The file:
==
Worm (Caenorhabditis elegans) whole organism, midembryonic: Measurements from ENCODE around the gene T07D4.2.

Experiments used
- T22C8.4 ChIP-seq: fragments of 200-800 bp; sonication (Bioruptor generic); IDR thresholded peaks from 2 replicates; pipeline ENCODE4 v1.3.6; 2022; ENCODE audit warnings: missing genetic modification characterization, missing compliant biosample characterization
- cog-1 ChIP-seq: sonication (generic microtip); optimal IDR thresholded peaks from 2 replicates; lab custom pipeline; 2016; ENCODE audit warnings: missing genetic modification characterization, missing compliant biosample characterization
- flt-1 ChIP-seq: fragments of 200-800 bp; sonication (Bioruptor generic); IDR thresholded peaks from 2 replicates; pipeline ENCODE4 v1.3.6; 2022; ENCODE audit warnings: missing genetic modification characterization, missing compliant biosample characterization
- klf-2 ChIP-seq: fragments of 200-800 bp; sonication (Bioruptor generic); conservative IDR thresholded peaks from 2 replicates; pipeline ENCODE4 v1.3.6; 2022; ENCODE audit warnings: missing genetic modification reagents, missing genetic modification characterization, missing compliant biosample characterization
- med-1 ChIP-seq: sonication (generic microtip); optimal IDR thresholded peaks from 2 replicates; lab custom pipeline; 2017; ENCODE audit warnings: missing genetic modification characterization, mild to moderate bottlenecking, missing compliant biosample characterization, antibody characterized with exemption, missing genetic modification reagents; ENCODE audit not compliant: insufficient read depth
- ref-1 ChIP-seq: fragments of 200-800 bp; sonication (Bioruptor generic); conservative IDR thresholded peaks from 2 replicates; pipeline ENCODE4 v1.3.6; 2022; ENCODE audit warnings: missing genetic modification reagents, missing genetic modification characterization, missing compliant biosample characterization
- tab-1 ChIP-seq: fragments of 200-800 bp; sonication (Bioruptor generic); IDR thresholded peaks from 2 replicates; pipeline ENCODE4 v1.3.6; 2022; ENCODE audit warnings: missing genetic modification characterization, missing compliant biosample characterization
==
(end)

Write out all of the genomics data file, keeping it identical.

Worm (Caenorhabditis elegans) whole organism, midembryonic: Measurements from ENCODE around the gene T07D4.2.

Experiments used
- T22C8.4 ChIP-seq: fragments of 200-800 bp; sonication (Bioruptor generic); IDR thresholded peaks from 2 replicates; pipeline ENCODE4 v1.3.6; 2022; ENCODE audit warnings: missing genetic modification characterization, missing compliant biosample characterization
- cog-1 ChIP-seq: sonication (generic microtip); optimal IDR thresholded peaks from 2 replicates; lab custom pipeline; 2016; ENCODE audit warnings: missing genetic modification characterization, missing compliant biosample characterization
- flt-1 ChIP-seq: fragments of 200-800 bp; sonication (Bioruptor generic); IDR thresholded peaks from 2 replicates; pipeline ENCODE4 v1.3.6; 2022; ENCODE audit warnings: missing genetic modification characterization, missing compliant biosample characterization
- klf-2 ChIP-seq: fragments of 200-800 bp; sonication (Bioruptor generic); conservative IDR thresholded peaks from 2 replicates; pipeline ENCODE4 v1.3.6; 2022; ENCODE audit warnings: missing genetic modification reagents, missing genetic modification characterization, missing compliant biosample characterization
- med-1 ChIP-seq: sonication (generic microtip); optimal IDR thresholded peaks from 2 replicates; lab custom pipeline; 2017; ENCODE audit warnings: missing genetic modification characterization, mild to moderate bottlenecking, missing compliant biosample characterization, antibody characterized with exemption, missing genetic modification reagents; ENCODE audit not compliant: insufficient read depth
- ref-1 ChIP-seq: fragments of 200-800 bp; sonication (Bioruptor generic); conservative IDR thresholded peaks from 2 replicates; pipeline ENCODE4 v1.3.6; 2022; ENCODE audit warnings: missing genetic modification reagents, missing genetic modification characterization, missing compliant biosample characterization
- tab-1 ChIP-seq: fragments of 200-800 bp; sonication (Bioruptor generic); IDR thresholded peaks from 2 replicates; pipeline ENCODE4 v1.3.6; 2022; ENCODE audit warnings: missing genetic modification characterization, missing compliant biosample characterization